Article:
Does perioperative chemotherapy improve outcomes in PDAC? Evidence is not yet conclusive

GI_PP_19.09_All speakers

All speakers discussing studies presented at the Proffered Paper session - Gastrointestinal tumours, non-colorectal (ESMO Congress 2021)

Trials provide insights into perioperative and adjuvant chemotherapy for resectable pancreatic cancer

Results presented in a Proffered Paper session today suggest that while there appear to be positives associated with the use of perioperative chemotherapy for resectable pancreatic ductal adenocarcinoma (PDAC), there are still some important unknowns (LBA56).

In the NEONAX phase II trial, a higher proportion of patients in the perioperative group were able to complete treatment (70% of patients started neoadjuvant chemotherapy and were R0/R1 resected), compared to the adjuvant arm (42% of patients underwent R0/R1 resection and started adjuvant chemotherapy). The trial randomised 127 patients with resectable PDAC to receive perioperative chemotherapy (2 cycles of nab-paclitaxel/gemcitabine followed by tumour surgery and 4 cycles of nab-paclitaxel/gemcitabine) or adjuvant chemotherapy (tumour surgery followed by 6 cycles of nab-paclitaxel/gemcitabine).

Resection rates were similar between arms (69.5% perioperative arm versus 78.0% adjuvant arm) but R0 resection rates were higher in the perioperative group (87.8%) compared with the adjuvant group (67.4%). Despite these potential benefits in favour of perioperative approaches, the primary endpoint, improvement in disease-free survival (DFS) at 18 months in at least one arm to ≥55%, was not met (reported DFS rate was 32.2% in the perioperative group and 41.4% in the adjuvant group) (Figure 1).

LBA56_ESMO 2021

Figure 1. The primary endpoint of DFS at 18 months in at least one arm to ≥55% was not met in the NEONAX study (LBA56, ESMO 2021)

We still do not have conclusive evidence that perioperative chemotherapy actually improves outcomes.

Dr Angela Lamarca, UK

“Findings from NEONAX indicate that perioperative chemotherapy is deliverable and that higher R0 resection rates may be achieved by utilising such strategies. However, this did not translate into a survival benefit. This was not wholly unexpected, and it has also been the case in some other prior studies in the field,” says Dr Angela Lamarca from The Christie NHS Foundation Trust and the University of Manchester, UK, commenting on the data. “The phase III PREOPANC trial (J Clin Oncol. 2020 Jun 1; 38(16): 1763–1773) also failed to demonstrate the survival benefits of preoperative chemoradiotherapy for resectable PDAC, so we still do not have conclusive evidence that perioperative chemotherapy actually improves outcomes.”

In addition, she thinks that interpretation of the NEONAX trial data is somehow limited by the choice of adjuvant chemotherapy schedule. “We know from the APACT trial (Annals of Oncology 30 (Supplement 4): iv126–iv136, 2019) that the control arm tested in NEONAX, nab-paclitaxel plus gemcitabine, does not improve survival following surgery – it is not the standard of care. So, while I think that perioperative treatment does potentially have a role to play in resectable disease, further studies will be required to conclusively demonstrate survival benefit and determine the most appropriate perioperative treatment.”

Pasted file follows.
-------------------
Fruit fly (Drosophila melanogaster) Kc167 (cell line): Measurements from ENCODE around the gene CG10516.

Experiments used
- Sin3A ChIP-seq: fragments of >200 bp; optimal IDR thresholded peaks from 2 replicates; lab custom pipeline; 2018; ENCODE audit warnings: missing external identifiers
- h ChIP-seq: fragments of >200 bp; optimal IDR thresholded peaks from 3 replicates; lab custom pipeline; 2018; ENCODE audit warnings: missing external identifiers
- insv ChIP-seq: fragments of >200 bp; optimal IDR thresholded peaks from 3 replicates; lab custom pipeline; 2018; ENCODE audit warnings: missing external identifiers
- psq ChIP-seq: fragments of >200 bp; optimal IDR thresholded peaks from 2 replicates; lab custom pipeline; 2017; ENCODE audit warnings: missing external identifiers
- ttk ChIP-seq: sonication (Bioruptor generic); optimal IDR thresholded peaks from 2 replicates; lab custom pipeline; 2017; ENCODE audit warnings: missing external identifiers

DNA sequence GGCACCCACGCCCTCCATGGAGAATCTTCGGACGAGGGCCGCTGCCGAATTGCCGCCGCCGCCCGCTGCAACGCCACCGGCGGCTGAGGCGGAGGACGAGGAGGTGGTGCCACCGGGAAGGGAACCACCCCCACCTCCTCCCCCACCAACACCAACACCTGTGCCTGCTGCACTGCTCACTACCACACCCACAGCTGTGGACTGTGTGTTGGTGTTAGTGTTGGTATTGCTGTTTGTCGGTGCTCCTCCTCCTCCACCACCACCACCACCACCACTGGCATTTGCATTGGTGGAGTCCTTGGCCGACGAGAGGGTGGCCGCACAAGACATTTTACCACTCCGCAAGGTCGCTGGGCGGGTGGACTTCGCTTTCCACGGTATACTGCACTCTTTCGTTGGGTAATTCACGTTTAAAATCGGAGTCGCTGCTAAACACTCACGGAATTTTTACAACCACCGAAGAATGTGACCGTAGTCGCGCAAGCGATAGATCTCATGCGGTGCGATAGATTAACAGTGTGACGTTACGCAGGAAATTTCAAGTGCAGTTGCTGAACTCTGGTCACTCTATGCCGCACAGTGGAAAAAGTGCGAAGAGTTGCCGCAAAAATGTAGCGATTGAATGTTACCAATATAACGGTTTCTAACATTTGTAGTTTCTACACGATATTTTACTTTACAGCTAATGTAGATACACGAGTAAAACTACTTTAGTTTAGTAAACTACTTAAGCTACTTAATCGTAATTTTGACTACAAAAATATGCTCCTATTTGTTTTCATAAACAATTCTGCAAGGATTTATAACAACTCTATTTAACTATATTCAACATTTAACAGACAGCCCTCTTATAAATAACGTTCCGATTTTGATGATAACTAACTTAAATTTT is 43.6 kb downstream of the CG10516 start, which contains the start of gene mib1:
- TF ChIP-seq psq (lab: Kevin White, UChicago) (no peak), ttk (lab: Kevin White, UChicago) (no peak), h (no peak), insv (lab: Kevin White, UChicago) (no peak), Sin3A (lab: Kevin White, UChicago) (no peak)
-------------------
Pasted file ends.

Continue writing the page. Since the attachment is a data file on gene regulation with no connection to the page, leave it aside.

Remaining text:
The same session revealed updated results from the PRODIGE 24/CCTG PA6 phase III trial comparing a modified FOLFIRINOX (mFOLFIRINOX) regimen with gemcitabine as adjuvant therapy in patients with resected PDAC (LBA57). The 5-year DFS rate was 26.1% with mFOLFIRINOX versus 19.0% with gemcitabine (stratified hazard ratio [HR] 0.66; 95% confidence interval [CI] 0.54–0.82; p=0.0001), while median overall survival (OS) was 53.5 months in the mFOLFIRINOX arm versus 35.5 months in the gemcitabine arm (stratified HR 0.68; 95% CI 0.54–0.85; p=0.0009) (Figure 2). “We know that FOLFIRINOX is the new standard of care in the adjuvant setting,” explains Lamarca, “but now we have supportive 5-year data showing improvement in both DFS and OS, with clinically meaningful differences in favour of mFOLFIRINOX.”

LBA57_ESMO 2021

Figure 2. Updated results from the PRODIGE 24/CCTG PA6 study showing significantly improved OS data for mFOLFIRINOX versus gemcitabine (Abstract LBA57, ESMO 2021)

Another novel finding is that treatment arm, centre volume of inclusions, tumour grade, tumour staging and patient age are significant prognostic factors for OS in multivariate analysis. Lamarca says, “It is notable that centre volume was a significant factor for survival. Surgery for pancreatic cancer is not an operation that can be done at any centre – a lot of experience in the type of resection is needed and this is a very important point to make.”

Looking to the future, Lamarca thinks that further studies are needed to identify biomarkers to select patients in whom adjuvant 5-fluorouracil-based (over gemcitabine-based) therapy is likely to be most effective, especially for patients who may not be well enough for triplet chemotherapy.

Seufferlein T et al. Perioperative or only adjuvant nab-paclitaxel plus gemcitabine for resectable pancreatic cancer - results of the NEONAX trial, a randomized phase II AIO study. ESMO Congress 2021, Abstract LBA56

Proffered Paper session - Gastrointestinal tumours, non-colorectal, 19.9.2021, h. 13:30 – 13:40, Channel 4

Conroy T el al. Unicancer PRODIGE 24/CCTG PA6 trial: Updated results of a multicenter international randomized phase 3 trial of adjuvant mFOLFIRINOX (mFFX) versus gemcitabine (gem) in patients (pts) with resected pancreatic ductal adenocarcinomas (PDAC). ESMO Congress 2021, Abstract LBA57

Proffered Paper session - Gastrointestinal tumours, non-colorectal, 19.9.2021, h. 13:40 – 13:50, Channel 4

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